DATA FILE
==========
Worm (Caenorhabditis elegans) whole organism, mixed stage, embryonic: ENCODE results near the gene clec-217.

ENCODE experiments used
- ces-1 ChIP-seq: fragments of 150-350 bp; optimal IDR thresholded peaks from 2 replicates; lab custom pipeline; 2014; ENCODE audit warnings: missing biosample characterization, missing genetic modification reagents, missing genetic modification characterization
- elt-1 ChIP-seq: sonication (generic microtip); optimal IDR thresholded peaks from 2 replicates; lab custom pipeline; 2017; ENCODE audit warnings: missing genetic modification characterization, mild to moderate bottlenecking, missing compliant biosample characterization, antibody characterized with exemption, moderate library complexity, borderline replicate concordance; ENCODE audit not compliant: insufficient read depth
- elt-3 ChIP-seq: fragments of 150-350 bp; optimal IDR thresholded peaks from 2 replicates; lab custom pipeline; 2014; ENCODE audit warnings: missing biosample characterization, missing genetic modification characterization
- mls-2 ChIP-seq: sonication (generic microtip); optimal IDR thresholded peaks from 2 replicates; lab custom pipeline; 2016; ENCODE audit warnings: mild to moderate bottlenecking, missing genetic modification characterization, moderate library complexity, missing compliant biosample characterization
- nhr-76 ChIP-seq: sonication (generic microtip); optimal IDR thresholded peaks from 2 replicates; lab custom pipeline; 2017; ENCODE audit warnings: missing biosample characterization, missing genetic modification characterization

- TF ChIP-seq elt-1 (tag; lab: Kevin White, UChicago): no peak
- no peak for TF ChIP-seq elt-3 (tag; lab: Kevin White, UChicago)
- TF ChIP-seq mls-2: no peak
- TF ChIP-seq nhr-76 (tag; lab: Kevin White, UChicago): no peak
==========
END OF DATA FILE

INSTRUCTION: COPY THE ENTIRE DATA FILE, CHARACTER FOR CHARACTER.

Worm (Caenorhabditis elegans) whole organism, mixed stage, embryonic: ENCODE results near the gene clec-217.

ENCODE experiments used
- ces-1 ChIP-seq: fragments of 150-350 bp; optimal IDR thresholded peaks from 2 replicates; lab custom pipeline; 2014; ENCODE audit warnings: missing biosample characterization, missing genetic modification reagents, missing genetic modification characterization
- elt-1 ChIP-seq: sonication (generic microtip); optimal IDR thresholded peaks from 2 replicates; lab custom pipeline; 2017; ENCODE audit warnings: missing genetic modification characterization, mild to moderate bottlenecking, missing compliant biosample characterization, antibody characterized with exemption, moderate library complexity, borderline replicate concordance; ENCODE audit not compliant: insufficient read depth
- elt-3 ChIP-seq: fragments of 150-350 bp; optimal IDR thresholded peaks from 2 replicates; lab custom pipeline; 2014; ENCODE audit warnings: missing biosample characterization, missing genetic modification characterization
- mls-2 ChIP-seq: sonication (generic microtip); optimal IDR thresholded peaks from 2 replicates; lab custom pipeline; 2016; ENCODE audit warnings: mild to moderate bottlenecking, missing genetic modification characterization, moderate library complexity, missing compliant biosample characterization
- nhr-76 ChIP-seq: sonication (generic microtip); optimal IDR thresholded peaks from 2 replicates; lab custom pipeline; 2017; ENCODE audit warnings: missing biosample characterization, missing genetic modification characterization

- TF ChIP-seq elt-1 (tag; lab: Kevin White, UChicago): no peak
- no peak for TF ChIP-seq elt-3 (tag; lab: Kevin White, UChicago)
- TF ChIP-seq mls-2: no peak
- TF ChIP-seq nhr-76 (tag; lab: Kevin White, UChicago): no peak